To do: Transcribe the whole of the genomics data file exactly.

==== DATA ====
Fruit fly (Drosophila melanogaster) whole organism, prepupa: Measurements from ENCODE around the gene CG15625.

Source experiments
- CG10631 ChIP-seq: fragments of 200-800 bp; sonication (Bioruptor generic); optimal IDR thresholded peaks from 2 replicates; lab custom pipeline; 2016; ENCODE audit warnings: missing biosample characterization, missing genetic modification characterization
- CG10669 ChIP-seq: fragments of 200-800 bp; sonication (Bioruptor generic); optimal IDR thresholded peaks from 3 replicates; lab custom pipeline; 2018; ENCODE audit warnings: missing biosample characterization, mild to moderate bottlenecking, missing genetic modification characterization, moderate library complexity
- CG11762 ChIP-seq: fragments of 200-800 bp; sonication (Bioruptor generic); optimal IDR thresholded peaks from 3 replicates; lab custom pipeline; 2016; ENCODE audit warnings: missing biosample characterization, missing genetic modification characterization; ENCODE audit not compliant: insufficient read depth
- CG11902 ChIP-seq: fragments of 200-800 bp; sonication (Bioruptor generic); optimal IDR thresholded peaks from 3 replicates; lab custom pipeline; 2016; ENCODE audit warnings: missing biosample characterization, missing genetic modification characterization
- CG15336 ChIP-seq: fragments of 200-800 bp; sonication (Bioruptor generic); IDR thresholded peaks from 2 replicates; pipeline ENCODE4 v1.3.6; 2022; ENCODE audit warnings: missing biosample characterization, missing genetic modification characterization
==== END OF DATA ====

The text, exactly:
Fruit fly (Drosophila melanogaster) whole organism, prepupa: Measurements from ENCODE around the gene CG15625.

Source experiments
- CG10631 ChIP-seq: fragments of 200-800 bp; sonication (Bioruptor generic); optimal IDR thresholded peaks from 2 replicates; lab custom pipeline; 2016; ENCODE audit warnings: missing biosample characterization, missing genetic modification characterization
- CG10669 ChIP-seq: fragments of 200-800 bp; sonication (Bioruptor generic); optimal IDR thresholded peaks from 3 replicates; lab custom pipeline; 2018; ENCODE audit warnings: missing biosample characterization, mild to moderate bottlenecking, missing genetic modification characterization, moderate library complexity
- CG11762 ChIP-seq: fragments of 200-800 bp; sonication (Bioruptor generic); optimal IDR thresholded peaks from 3 replicates; lab custom pipeline; 2016; ENCODE audit warnings: missing biosample characterization, missing genetic modification characterization; ENCODE audit not compliant: insufficient read depth
- CG11902 ChIP-seq: fragments of 200-800 bp; sonication (Bioruptor generic); optimal IDR thresholded peaks from 3 replicates; lab custom pipeline; 2016; ENCODE audit warnings: missing biosample characterization, missing genetic modification characterization
- CG15336 ChIP-seq: fragments of 200-800 bp; sonication (Bioruptor generic); IDR thresholded peaks from 2 replicates; pipeline ENCODE4 v1.3.6; 2022; ENCODE audit warnings: missing biosample characterization, missing genetic modification characterization